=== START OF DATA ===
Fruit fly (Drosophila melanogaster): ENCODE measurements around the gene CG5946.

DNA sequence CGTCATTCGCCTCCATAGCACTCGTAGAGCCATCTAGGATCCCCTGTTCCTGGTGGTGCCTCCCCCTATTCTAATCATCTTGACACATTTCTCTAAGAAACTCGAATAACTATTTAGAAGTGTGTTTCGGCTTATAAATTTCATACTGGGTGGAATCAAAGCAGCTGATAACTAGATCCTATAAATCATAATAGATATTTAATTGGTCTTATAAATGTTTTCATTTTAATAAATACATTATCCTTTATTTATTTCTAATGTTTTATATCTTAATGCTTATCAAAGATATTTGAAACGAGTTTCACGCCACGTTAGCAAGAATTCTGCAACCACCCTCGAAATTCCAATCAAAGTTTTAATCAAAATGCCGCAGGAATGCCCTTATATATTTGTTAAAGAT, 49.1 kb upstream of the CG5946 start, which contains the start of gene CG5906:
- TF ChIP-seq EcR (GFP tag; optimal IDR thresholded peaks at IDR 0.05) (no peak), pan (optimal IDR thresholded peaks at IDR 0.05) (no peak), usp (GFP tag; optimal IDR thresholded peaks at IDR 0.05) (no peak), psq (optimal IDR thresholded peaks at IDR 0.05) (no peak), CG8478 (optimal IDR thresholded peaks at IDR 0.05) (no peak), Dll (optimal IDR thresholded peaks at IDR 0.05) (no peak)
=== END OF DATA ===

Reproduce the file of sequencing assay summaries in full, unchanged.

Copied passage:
Fruit fly (Drosophila melanogaster): ENCODE measurements around the gene CG5946.

DNA sequence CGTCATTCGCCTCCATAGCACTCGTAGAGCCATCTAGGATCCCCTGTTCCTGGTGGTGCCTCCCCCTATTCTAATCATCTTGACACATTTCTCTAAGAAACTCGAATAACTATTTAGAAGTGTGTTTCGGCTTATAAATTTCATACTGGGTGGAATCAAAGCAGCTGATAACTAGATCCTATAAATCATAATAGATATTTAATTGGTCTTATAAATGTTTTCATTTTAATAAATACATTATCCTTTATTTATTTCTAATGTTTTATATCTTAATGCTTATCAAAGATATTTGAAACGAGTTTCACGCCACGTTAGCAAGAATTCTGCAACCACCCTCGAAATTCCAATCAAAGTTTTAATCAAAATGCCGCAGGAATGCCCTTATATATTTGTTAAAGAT, 49.1 kb upstream of the CG5946 start, which contains the start of gene CG5906:
- TF ChIP-seq EcR (GFP tag; optimal IDR thresholded peaks at IDR 0.05) (no peak), pan (optimal IDR thresholded peaks at IDR 0.05) (no peak), usp (GFP tag; optimal IDR thresholded peaks at IDR 0.05) (no peak), psq (optimal IDR thresholded peaks at IDR 0.05) (no peak), CG8478 (optimal IDR thresholded peaks at IDR 0.05) (no peak), Dll (optimal IDR thresholded peaks at IDR 0.05) (no peak)